You will be surprised at not hearing from me and knowing the Bellerophon’s arrival in England, but when I tell you no private letters were allowed to leave the ship before to-day, that will cease. It’s unnecessary to say that we have got Buonaparte and suite on board, as it was known in England previous to our arrival, which took place on the 24th instant in Torbay. The circumstances which led to his surrender were his defeats in all points, and was it not for the strict blockade we kept up would have escaped to America. We heard of his being on board the French frigate Saale off Rochefort, from which moment we watched his movements if possible more closely than before. On the morning of the 14th instant, observing a schooner bearing a flag of truce on board standing towards us, we hove to for her, when Count Lascazas and General Lallemande came on board with proposals from Buonaparte, in consequence of which we came to anchor in the evening in the roads off Rochelle. Next morning, 15th instant, at 4 A.M. observed a man-of-war brig standing out and beating towards us, we immediately dispatched all our boats. Lieut. Mott in the barge brought Buonaparte on board at 7, the boats were busily employed in bringing his retinue and baggage, and I never saw men exert themselves so much as ours did that day, lest Admiral Hotham should take him, as he was off the harbour in the Superb, and saw him coming on board here, and did all in his power to get in, but did not come to anchor before 11 in the forenoon. Buonaparte is a fine-looking man, inclined to corpulency, is five feet six inches in height, his hair turning grey, and a little bald on the crown of the head, no whiskers, complexion French yellow, eyes grey, Roman nose, good mouth and chin, neck short, big belly, arms stout, small white hands, and shews a good leg. He wears a cocked hat somewhat like our old-fashioned three cornered ones, with the tricoloured cockade in it, plain green coat, cape red, and cuffs the same, plain gold epaulets and a large star on the left breast, white waist-coat and breeches and white silk stockings, thin shoes and buckles. Eats but two meals in the day, breakfast and dinner, and these are sumptuous, fish, flesh, and fowl, wines, fruit, various French dishes &c. &c. He breakfasts about eleven and dines at six, is about half an hour at each, when he generally comes on deck or goes into the after-cabin to study. We do not know what’s to be done with him yet, he remains on board until we hear from the allies. In his suite are Marshal Bertrand, Duc de Rovigo once the French minister of police, Counts Lascazas and Montholon, Generals Lallemande and Gourgou, several Lieut.-Colonels and Captains, to enumerate them would be tedious. We have 33 on board, 17 were sent on board the Myridon, Captn. Gambier. There are two Countesses on board, but not to be compared even to our English ladies. Their children are handsome... We performed the comedy of the ‘Poor Gentleman’ before Buonparte and suite. I acted the part of Corporal Foss. It went off very well, our scenery was excellent. The female dresses were badly suited for Midshipmen. I long to hear from you and will expect to hear all the news... I wish you were all here to see Buonaparte, the curiosity of all ranks to see him is excessive. There are Admiralty orders not to allow any person whatever on board, but they crown in boats round the ship and he very condescendingly stands looking at them through a spyglass. There are two frigates, one on each side of us, the Eurotas and Liffey, and their boats are constantly rowing about the ship to keep off the boats. We prisoners have no other amusement to look at them contending for places. I hope we will soon be allowed to go ashore, as I want to see Captain Sandys. You must be tired reading this long epistle. We took some prizes, one ship laden with Buonaparte’s soldiers, one chasse maree laden with resin, and the Cephalus man-of-war brig sent in a West Indiaman laden with sugar, coffee, &c. from Martinique bound to France, and for which we will share by mutual agreements. Give my affectionate love to Ally, Anne, Wilhelmina, Sophia and Jane. I know the want of not being near them as my shirts are going to pieces, as soon as I can afford the sum I will get some new ones. I have the old number the same as when I left you and bought none since... I remain, my dear mother, your affectionate son,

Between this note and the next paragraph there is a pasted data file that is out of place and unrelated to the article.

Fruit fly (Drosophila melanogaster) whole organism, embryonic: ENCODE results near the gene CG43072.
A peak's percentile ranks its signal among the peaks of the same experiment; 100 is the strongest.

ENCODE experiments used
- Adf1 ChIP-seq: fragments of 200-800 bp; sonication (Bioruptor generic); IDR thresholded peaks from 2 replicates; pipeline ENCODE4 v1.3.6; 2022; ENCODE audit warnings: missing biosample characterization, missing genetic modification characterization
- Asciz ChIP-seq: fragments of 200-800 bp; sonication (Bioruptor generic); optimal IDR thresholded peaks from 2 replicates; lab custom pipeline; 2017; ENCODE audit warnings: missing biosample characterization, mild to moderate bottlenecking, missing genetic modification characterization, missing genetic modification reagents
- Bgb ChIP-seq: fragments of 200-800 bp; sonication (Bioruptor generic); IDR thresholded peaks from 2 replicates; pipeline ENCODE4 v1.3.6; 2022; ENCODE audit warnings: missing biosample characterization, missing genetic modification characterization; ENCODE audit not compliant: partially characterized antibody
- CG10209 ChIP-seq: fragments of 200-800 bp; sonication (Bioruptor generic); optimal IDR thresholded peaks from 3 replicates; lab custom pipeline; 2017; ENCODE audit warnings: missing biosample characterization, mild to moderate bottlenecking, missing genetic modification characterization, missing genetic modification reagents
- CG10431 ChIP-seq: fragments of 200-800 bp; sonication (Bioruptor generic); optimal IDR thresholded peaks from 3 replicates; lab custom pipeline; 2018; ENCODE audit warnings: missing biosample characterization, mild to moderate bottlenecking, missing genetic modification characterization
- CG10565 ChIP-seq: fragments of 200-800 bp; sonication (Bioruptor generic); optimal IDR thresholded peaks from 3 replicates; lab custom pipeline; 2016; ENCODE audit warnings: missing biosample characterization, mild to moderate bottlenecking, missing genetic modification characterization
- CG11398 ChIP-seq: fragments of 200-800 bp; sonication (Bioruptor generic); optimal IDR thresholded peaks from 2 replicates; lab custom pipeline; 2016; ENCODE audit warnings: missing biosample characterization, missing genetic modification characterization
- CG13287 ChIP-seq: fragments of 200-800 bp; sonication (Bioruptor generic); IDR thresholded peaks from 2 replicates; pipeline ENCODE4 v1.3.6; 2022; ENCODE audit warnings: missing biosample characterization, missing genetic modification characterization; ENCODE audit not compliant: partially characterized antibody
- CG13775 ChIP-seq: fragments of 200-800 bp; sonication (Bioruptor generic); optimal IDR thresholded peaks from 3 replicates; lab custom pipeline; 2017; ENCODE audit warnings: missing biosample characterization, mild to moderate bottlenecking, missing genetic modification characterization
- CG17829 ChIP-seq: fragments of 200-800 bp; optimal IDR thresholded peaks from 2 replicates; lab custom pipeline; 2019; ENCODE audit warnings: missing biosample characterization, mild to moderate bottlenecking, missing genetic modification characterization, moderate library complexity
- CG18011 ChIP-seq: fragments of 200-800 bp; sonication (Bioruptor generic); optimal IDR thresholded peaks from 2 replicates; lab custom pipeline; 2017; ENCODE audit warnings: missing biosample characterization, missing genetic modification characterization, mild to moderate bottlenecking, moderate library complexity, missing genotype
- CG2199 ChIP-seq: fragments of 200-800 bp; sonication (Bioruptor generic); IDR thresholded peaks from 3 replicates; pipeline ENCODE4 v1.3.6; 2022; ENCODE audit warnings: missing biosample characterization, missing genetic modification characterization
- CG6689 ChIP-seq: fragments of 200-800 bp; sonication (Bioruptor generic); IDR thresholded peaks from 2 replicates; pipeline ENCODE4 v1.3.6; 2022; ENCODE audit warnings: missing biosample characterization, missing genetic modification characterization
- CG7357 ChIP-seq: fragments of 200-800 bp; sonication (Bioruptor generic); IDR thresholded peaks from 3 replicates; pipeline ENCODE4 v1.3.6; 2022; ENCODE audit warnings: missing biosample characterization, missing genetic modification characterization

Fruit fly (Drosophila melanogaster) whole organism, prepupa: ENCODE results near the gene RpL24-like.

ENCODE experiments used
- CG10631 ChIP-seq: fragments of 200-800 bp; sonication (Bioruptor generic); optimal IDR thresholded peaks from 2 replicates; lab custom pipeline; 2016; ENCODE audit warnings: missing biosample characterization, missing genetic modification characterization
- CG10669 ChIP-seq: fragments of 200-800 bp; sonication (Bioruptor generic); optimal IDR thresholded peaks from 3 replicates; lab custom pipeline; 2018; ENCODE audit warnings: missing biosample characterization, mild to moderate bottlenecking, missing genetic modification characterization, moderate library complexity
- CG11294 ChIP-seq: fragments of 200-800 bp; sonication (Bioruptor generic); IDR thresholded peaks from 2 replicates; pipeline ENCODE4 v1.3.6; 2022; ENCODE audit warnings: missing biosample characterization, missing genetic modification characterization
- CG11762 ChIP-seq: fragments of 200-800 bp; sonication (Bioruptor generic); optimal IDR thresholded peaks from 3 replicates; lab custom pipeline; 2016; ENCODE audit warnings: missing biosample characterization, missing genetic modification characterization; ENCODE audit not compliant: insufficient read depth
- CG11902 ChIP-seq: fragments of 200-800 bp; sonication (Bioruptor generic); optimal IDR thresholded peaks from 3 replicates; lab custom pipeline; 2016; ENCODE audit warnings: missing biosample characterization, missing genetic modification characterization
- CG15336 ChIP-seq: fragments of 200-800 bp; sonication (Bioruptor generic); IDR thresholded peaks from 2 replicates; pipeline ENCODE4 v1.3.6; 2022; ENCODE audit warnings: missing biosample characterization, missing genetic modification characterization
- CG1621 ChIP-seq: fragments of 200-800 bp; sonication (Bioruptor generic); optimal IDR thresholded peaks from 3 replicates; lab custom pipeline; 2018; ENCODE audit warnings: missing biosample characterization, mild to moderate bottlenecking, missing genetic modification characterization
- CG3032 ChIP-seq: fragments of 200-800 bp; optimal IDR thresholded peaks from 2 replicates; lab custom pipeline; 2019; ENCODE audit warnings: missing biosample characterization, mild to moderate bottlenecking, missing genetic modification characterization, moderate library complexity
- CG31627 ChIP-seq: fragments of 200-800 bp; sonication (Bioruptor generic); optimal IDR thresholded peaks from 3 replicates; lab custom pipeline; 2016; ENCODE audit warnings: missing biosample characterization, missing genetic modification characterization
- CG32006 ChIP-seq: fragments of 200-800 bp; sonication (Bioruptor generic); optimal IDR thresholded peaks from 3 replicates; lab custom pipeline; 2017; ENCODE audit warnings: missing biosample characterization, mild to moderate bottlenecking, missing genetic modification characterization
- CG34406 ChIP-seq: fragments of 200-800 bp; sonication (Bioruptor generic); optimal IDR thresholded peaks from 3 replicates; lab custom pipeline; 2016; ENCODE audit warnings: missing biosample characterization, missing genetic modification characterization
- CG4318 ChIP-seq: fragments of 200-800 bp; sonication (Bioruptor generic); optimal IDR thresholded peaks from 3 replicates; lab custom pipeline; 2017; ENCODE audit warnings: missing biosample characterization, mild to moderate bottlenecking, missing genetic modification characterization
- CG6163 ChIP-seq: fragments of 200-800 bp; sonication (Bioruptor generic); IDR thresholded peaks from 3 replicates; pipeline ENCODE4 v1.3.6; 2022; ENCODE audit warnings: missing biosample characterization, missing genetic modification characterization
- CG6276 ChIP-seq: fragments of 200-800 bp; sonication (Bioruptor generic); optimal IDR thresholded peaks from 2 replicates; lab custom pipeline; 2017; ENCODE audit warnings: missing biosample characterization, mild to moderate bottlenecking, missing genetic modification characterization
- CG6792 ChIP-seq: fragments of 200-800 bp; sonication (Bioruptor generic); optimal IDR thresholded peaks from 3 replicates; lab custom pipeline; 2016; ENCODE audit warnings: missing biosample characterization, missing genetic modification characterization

Ephraim Graebke
P.S. I think myself very lucky to belong to the old Bellerophon at this important time. Lose no time in answering this letter.

Mrs Graebke, Midleton, Co. Cork